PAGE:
“This is a classic example of the negotiation that’s a normal part of driving — we’re all trying to predict each other’s movements. In this case, we clearly bear some responsibility, because if our car hadn’t moved there wouldn’t have been a collision,” Google’s crash report reads. But it goes on to note that the test driver in the car made the same bad assumption as the machine. “Our test driver believed the bus was going to slow or stop to allow us to merge into the traffic, and that there would be sufficient space to do that.”

If Google only bears some of the responsibility, who bears the rest? Is it the bus driver’s fault? The test driver? Google’s report noted that, in the future, its cars would “more deeply understand” how buses operate compared to other vehicles. But this crash suggests something that should be fairly obvious: There will probably never be a self-driving car that is 100 percent impervious to mistakes.

More recently, Tesla’s Model S, which uses semiautomated driving technology, was involved in its first fatal crash in Florida this June, prompting an investigation. Tesla has admitted that its autopilot system didn’t register the truck that the Model S struck as an obstacle, but officials insisted that the system is safe. In their eyes, the driver hadn’t been properly aware of the risks, and that’s why the crash happened. Later, federal investigators found that the driver had been speeding.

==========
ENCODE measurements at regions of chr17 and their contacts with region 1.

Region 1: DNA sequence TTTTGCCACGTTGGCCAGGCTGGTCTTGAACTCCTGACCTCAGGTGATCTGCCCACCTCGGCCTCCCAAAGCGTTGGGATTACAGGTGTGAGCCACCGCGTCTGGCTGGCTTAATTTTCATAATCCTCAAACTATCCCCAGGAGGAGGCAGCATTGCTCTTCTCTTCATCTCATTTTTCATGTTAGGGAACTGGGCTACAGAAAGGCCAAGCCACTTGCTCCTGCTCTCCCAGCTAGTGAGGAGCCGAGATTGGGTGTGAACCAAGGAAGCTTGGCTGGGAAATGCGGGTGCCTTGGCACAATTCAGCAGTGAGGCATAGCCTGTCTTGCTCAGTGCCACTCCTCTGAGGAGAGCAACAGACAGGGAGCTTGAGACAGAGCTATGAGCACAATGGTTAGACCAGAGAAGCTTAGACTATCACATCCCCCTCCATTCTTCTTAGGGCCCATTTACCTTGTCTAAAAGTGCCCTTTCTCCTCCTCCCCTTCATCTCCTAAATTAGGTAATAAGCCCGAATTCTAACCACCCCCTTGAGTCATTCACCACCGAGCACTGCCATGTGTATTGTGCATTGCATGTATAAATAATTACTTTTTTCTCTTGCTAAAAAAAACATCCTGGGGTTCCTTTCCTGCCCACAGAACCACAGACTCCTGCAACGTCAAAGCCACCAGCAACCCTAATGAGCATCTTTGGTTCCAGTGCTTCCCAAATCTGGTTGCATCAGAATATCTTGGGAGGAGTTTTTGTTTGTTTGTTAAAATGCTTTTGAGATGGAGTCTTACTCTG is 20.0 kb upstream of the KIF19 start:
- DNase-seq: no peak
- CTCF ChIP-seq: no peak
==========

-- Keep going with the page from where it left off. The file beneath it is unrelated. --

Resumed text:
With self-driving cars, the question of responsibility — the question of who is the asshole here? — has much more weight than a pile of poop. Is it the driver’s responsibility to carefully assess the risks of driving something like the Tesla Model S, released in imperfect beta? Or is it the company’s responsibility to ensure that it is properly educating its customers about the risks, and to assume liability for damages?

Some car manufacturers have decided that it’s best to take on the responsibility. Volvo, for instance, has accepted “full liability” for crashes that involve its self-driving cars. This means even if a Volvo driver is jacking off to Harry Potter and doesn’t bother taking any corrective action when there’s an unexpected obstacle in the road, it’s still Volvo’s fault if it crashes. But that’s an expensive proposition, and it’s unlikely that all manufacturers will embrace it. The Atlantic suggested that, rather than have companies or owners take responsibility, it’d make more sense to give robots personhood so that the individual machines can take the blame.

A little self-driving robot mows into poop, and it’s a funny anecdote on Facebook. But when the stakes are higher and the question of responsibility is murkier, we’ll get darker documents: police reports, lawsuits, hospital bills. Poop Roomba is one of the funniest phrases I’ve heard in awhile, and also a wry little mascot for our flawed, messy relationship with technology.